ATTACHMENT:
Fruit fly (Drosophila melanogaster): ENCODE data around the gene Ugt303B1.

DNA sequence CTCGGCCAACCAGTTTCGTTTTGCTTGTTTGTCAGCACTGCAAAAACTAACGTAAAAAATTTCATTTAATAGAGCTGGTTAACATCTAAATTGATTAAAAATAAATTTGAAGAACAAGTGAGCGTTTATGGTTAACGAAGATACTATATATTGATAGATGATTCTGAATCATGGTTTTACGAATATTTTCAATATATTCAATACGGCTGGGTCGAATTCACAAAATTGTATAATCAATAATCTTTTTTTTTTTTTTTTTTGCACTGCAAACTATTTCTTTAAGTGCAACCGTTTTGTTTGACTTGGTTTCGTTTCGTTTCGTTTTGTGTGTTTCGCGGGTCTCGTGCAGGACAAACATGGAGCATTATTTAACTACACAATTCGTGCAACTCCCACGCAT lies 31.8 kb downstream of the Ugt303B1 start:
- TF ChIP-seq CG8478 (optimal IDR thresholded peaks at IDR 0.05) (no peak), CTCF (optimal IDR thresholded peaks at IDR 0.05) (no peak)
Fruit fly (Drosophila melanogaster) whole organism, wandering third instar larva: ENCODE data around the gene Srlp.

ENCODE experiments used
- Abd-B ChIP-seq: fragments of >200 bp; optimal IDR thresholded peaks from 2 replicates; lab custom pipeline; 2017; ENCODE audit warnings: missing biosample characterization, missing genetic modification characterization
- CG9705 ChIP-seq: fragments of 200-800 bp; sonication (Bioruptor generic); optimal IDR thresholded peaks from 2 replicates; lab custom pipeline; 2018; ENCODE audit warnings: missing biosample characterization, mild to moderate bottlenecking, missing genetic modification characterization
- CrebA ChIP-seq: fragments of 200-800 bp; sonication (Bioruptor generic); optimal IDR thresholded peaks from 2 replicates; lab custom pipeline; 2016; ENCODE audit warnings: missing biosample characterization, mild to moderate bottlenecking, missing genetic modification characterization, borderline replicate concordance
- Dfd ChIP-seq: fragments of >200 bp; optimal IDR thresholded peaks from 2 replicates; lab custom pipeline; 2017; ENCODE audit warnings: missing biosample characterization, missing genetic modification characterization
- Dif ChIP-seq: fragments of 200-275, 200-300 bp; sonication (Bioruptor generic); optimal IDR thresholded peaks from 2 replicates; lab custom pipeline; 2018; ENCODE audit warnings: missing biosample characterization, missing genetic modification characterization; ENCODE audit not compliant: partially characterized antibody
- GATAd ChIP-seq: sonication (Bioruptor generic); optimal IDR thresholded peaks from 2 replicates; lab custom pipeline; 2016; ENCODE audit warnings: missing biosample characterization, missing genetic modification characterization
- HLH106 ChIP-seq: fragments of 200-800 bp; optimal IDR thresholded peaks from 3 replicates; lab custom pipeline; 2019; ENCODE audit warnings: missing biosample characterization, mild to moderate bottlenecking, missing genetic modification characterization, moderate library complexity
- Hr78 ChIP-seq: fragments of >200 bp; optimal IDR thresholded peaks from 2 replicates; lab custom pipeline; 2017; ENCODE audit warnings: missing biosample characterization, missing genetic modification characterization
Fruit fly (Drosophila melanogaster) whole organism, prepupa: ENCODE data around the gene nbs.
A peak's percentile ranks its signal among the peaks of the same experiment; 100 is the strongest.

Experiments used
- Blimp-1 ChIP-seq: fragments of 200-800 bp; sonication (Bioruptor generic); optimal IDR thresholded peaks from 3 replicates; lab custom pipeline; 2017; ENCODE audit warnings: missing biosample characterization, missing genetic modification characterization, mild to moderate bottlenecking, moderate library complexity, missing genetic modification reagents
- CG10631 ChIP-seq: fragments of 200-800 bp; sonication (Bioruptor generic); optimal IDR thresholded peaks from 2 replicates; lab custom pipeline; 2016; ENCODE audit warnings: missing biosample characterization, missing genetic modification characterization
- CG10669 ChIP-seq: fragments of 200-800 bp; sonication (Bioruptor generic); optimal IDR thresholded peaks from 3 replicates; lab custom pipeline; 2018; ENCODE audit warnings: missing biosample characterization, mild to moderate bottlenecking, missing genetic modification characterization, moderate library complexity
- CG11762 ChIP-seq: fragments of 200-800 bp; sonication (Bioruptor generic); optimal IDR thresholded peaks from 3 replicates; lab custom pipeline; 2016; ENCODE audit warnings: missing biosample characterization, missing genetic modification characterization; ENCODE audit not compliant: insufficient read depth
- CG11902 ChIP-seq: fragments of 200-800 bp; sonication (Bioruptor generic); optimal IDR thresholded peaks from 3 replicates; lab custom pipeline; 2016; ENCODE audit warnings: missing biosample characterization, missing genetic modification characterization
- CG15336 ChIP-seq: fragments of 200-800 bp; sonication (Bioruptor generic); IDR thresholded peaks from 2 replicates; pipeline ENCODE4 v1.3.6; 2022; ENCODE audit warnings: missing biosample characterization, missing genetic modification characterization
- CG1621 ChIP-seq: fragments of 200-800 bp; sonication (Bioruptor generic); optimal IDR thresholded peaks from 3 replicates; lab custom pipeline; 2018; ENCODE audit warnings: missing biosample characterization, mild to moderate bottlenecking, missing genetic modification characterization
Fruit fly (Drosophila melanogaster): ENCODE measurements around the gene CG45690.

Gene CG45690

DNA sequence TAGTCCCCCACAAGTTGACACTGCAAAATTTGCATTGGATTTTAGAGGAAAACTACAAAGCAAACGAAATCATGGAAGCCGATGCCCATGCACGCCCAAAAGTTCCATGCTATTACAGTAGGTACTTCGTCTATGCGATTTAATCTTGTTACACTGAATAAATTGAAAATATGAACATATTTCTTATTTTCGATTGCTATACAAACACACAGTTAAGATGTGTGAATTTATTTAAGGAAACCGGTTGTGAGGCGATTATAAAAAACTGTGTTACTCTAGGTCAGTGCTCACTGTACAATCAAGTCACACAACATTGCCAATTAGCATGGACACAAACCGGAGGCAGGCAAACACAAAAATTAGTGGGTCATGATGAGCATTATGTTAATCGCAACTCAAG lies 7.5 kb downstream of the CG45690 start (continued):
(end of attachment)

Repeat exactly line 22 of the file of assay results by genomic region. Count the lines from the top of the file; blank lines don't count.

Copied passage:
- CG15336 ChIP-seq: fragments of 200-800 bp; sonication (Bioruptor generic); IDR thresholded peaks from 2 replicates; pipeline ENCODE4 v1.3.6; 2022; ENCODE audit warnings: missing biosample characterization, missing genetic modification characterization